Here in Los Angeles we are finally getting a little rain. Enough to cause flooding and mudslides in the burn areas. And according to the California Water Agency the snowpack in the Sierras is enough that a lot of California is no longer considered to be in a severe drought. Here in the south we still have a severe water shortage. Lake Mead need to come up at least a hundred feet to help out with the Colorado River water flow that provides water to the east side of Los Angeles County. here in the west out water comes from the California water project which gets a lot of it’s water from Lake Oroville. Which as the new has been showing is overflowing and flooding.
    But about bees. We don’t have any. All my flowering plant are bloomless. Especially the bottle brush tree next to my front door. It used to be covered in bees all spring and summer. Now nothing.
    And I hope all the flu bugs and terrible cold things pass you by this year. I think i have had all of them.

    • Hi Drew – sounds like someone stopped keeping bees in your neighborhood. I don’t seem to catch colds – mind you I eat lots of honey, and for over a week saw no-one – snow bound…note to self, regardless of what the weather forecast says (1-3 inches) move the truck to the bottom of the hill (turned out 1-4 feet)…Stay dry.

  5. Emily Scott says:

    Oh my, you really have had a winter. Hope the bees all pull through – hopefully they are warm and toasty under all that snow. Love the pics of snowy hives.

  6. Sharon Means says:

    We are new at beekeeping. Our hive is in eastern Washington and we have gotten some advice from locals. After the flowers were pretty much gone and after our first honey harvest we started a top feeder. Our hive was cram full of bees and we wondered if we should have had another super on top for the winter( we only had a bottom brood box, a full super for winter feeding and then the top feeder). The first check we had a few dead bees in the feeder but 3 weeks later our top feeder was full of several hundred bees. Does the inside cover go over or under the feeder? We have now changed to a sugar board box. Any help or advice is appreciated. We are thoroughly enjoying our bees and want to keep them happy.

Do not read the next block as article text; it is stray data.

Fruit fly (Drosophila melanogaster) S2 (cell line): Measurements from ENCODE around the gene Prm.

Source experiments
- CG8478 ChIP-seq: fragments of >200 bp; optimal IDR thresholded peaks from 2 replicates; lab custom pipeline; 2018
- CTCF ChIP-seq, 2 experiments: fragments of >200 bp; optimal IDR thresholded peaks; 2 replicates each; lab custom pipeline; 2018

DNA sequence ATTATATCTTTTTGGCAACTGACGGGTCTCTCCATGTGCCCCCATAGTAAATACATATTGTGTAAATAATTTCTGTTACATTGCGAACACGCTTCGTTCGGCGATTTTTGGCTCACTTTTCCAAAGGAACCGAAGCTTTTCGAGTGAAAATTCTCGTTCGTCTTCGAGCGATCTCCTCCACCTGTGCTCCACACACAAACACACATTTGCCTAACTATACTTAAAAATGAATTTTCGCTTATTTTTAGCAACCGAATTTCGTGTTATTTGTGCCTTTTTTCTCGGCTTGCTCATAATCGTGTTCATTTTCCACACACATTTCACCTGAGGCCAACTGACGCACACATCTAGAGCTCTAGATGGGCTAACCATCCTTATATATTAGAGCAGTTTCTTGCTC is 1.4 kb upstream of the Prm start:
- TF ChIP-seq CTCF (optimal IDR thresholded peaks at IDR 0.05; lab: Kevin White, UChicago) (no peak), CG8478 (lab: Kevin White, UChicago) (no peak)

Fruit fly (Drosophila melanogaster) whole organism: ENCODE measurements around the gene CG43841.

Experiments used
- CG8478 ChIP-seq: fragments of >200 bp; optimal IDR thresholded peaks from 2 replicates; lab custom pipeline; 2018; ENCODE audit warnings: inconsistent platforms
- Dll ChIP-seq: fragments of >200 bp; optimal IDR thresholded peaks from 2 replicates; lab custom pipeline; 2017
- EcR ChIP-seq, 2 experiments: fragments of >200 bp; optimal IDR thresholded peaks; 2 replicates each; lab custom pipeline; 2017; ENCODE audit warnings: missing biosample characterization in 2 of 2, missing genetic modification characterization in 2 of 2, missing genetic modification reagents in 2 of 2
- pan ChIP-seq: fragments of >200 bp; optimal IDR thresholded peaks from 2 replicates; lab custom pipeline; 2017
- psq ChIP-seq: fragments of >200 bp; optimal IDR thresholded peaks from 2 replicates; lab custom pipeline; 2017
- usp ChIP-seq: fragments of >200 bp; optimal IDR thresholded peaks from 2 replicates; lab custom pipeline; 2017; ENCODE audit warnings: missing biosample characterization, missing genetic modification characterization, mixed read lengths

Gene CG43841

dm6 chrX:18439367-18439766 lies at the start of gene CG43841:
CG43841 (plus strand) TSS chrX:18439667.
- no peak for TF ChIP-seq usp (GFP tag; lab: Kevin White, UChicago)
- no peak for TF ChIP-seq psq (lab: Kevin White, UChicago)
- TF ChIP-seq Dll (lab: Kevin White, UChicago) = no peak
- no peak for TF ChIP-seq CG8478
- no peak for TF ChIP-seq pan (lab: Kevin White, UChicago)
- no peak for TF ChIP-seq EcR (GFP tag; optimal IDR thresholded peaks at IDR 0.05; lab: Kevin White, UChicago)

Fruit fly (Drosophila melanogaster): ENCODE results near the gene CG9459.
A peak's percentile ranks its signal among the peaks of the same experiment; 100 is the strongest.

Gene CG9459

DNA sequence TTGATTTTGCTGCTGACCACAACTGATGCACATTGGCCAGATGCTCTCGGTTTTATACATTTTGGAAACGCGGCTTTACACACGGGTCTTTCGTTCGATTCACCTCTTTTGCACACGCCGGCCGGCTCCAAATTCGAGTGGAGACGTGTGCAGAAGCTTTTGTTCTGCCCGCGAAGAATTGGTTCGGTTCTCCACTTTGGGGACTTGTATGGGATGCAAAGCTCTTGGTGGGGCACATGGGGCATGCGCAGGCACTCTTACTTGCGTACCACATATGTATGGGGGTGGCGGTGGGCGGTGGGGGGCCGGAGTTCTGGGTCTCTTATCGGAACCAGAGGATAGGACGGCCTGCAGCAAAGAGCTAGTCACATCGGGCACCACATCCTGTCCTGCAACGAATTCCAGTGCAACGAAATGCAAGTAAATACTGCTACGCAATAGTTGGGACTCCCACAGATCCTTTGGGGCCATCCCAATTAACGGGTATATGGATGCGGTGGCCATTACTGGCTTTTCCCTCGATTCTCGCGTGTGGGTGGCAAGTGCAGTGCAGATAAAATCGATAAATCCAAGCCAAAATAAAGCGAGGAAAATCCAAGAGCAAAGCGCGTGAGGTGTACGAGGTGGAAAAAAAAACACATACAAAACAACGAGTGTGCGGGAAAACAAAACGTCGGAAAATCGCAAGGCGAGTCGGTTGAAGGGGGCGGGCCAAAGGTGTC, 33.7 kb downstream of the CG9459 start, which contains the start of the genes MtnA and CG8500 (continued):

• I am sorry that I’m getting back to you so late. Life has been in a bit of turmoil here. Hopefully someone has gotten back to you before now. But here’s my 2 cents. It sounds like you have left enough food. I keep bees a bit differently than you (all in mediums – westerns), but I always have a top (4th box up for me) of honey, plus there’s usually honey in the 3rd box along with brood. Then the bottom box is all pollen (the bees’ choice). Good call on switching the top feeder to a candyboard. I feed liquids once in late Sept, but it may be colder – and definitely wetter here than E. of the Cascades. I don’t use an inner cover or a top feeder so I’m not much use there. I use a piece of burlap over the top bars, then a piece of insulation goes over that in the winter. If I need to candy feed,the candy slips under the burlap. Sounds like you’re doing great